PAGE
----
Covid-19 breaches: Infringement fines to increase dramatically

Breaching Covid-19 restrictions will now mean an increased infringement fee of up to $12,000 for individuals when imposed by a court, Prime Minister Jacinda Ardern has announced.

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Photo: RNZ / Marika Khabazi

Speaking at the daily Covid-19 briefing this afternoon, Ardern said fines for breaches of the Covid-19 Public Health Response Act were being increased because of the view that the infringement regime did not reflect the severity of breaches.

“Our success has been really based on the fact that people by and large have been really compliant … however, there has been the odd person that has broken the rules and put others at risk. Specifically we’ve had some people break out of MIQ including in a handful of cases, with Covid, who have pose a threat to the community.”

She said there were some issues very early on, but they had reduced when the government introduced fines for those who breach the rules, such as alert levels or breaking the rules of MIQ.

“It’s Cabinet’s view that these fees don’t properly reflect the significant social and economic impacts of a single case of Covid-19 getting out into the community, and nor do they act as a sufficient incentive to play by the rules,” Ardern said.

Like with a traffic ticket, people can be issued an infringement notice for breaking the rules. If the infringement fee is not paid in full by the due date it is referred to the Ministry of Justice for enforcement, when it becomes a “fine”.

On-the-spot infringement notice fees were initially set at $300, with fines of up to $1000 when imposed by a court, but Ardern today said they would increase.

Infringement notices would increase to $4000 for individuals, and $12,000 for companies, while fines imposed by courts would increase to a maximum of $12,000 for individuals and $15,000 for companies.

People convicted for criminal offences – such as intentionally failing to comply with an order, or intentionally threatening, assaulting, or hindering an enforcement officer – may also face fines and prison.

The fine for criminal offending would increase from $4000 to $12,000 or six months imprisonment, with an additional fee of up to $15,000 introduced for companies.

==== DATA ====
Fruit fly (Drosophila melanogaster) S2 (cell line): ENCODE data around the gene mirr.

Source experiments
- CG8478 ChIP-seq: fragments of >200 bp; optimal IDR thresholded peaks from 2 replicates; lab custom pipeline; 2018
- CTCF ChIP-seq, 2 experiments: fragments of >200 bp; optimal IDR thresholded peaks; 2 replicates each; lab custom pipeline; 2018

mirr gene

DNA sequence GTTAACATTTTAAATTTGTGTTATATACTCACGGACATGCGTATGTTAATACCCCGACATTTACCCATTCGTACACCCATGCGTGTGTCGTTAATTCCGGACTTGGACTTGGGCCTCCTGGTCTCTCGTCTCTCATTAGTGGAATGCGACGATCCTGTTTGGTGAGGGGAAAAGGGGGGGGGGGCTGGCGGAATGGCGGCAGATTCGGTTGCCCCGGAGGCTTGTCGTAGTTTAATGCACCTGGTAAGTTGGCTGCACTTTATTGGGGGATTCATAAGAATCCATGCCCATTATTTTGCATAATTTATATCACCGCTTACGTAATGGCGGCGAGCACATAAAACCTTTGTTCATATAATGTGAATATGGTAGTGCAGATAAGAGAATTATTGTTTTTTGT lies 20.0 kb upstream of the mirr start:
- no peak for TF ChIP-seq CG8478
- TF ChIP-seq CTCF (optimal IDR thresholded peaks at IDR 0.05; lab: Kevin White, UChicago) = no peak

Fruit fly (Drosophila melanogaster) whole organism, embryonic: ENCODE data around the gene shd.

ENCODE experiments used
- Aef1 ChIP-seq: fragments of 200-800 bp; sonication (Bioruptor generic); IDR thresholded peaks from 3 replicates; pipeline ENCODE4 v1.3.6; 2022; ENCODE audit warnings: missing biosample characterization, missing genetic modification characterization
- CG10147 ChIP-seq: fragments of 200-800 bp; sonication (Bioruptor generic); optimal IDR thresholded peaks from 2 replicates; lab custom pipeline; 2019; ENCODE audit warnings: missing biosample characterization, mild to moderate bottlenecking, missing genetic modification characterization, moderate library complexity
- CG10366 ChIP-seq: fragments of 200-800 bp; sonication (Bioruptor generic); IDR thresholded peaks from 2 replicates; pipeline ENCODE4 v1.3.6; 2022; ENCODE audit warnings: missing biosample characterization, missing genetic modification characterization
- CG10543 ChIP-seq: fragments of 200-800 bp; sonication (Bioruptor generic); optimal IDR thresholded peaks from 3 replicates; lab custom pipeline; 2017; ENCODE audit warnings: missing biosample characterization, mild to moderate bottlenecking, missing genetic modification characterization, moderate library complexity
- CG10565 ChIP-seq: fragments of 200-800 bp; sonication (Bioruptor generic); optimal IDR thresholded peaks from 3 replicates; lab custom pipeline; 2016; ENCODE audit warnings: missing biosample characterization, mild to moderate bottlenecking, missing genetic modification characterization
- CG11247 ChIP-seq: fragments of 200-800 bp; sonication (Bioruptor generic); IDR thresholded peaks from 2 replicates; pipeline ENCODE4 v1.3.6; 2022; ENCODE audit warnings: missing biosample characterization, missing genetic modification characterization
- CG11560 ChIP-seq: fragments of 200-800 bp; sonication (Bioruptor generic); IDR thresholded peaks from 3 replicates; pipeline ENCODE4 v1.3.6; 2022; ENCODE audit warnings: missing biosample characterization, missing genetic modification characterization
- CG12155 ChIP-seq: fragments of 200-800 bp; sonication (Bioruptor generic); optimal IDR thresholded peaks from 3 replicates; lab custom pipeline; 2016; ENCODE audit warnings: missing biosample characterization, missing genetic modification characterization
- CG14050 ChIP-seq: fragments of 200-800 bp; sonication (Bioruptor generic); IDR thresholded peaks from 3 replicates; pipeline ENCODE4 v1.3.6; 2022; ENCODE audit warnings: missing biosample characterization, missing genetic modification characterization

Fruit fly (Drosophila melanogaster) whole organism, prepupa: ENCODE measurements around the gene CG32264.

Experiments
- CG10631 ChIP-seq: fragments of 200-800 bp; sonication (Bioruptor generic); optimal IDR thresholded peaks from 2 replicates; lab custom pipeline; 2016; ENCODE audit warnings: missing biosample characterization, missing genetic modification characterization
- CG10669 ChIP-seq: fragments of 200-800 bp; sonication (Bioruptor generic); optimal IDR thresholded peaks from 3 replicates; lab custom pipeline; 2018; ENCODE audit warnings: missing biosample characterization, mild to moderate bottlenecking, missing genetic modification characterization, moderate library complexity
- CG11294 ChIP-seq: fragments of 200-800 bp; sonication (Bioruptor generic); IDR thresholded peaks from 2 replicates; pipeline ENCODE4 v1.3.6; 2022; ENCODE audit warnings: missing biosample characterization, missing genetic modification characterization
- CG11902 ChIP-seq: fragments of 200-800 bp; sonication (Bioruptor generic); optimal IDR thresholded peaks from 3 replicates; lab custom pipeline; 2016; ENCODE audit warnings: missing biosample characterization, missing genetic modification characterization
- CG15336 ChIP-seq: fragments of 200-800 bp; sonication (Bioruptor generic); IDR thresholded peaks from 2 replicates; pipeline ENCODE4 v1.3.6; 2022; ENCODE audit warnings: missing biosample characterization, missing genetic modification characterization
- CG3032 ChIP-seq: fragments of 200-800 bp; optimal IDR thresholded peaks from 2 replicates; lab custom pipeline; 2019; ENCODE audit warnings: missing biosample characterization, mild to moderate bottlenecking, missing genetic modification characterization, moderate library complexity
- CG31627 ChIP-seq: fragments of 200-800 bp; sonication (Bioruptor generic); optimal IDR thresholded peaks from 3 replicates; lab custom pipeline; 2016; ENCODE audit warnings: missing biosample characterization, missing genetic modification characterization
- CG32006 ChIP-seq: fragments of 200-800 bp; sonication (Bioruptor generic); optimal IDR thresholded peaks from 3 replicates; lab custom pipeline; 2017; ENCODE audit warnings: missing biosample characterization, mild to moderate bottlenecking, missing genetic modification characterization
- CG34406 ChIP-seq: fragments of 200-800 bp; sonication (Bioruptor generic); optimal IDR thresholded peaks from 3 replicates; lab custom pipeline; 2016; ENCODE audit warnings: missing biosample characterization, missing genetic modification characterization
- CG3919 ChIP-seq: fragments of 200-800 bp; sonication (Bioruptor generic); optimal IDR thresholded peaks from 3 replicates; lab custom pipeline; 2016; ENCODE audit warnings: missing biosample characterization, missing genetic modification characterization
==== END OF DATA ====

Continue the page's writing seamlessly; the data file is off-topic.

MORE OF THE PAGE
Ardern said those were maximums subject to the court’s discretion, and would take effect from November 2021 subject to the passing of the Covid-19 Public Health Response amendment bill.

These fines are for people who do something specified as an infringement offence in a Covid-19 order.

She said there was a balance between making sure people understood the rules, but also the consequences of breaking those rules.

“I think the sheer magnitude of having someone with Covid-19 who breaks those rules, the impact on the community, we need to make sure that the fines really do reflect the gravity of the situation.”

The prosecutions were not made by politicians, she said.

“The prosecution decisions aren’t ultimately made by us. We need to set up the framework and the infringements that are available should those prosecutions be taken and I think actually from the general public there would probably be a bit of a view that when you are putting people at risk you need to have an infringement regime that reflects the seriousness of some of that rule breaking.

“Where they’re used and how they’re used, what fines are awarded, that sits out of our hands.”

In a statement, Covid-19 Response Minister Chris Hipkins said examples of infringement offences would include failure to wear a face covering in places where it is mandatory.

Criminal offences could include travelling without permission, or travelling for a purpose other than what was permitted, from an alert level 4 or 3 area to alert level 2.

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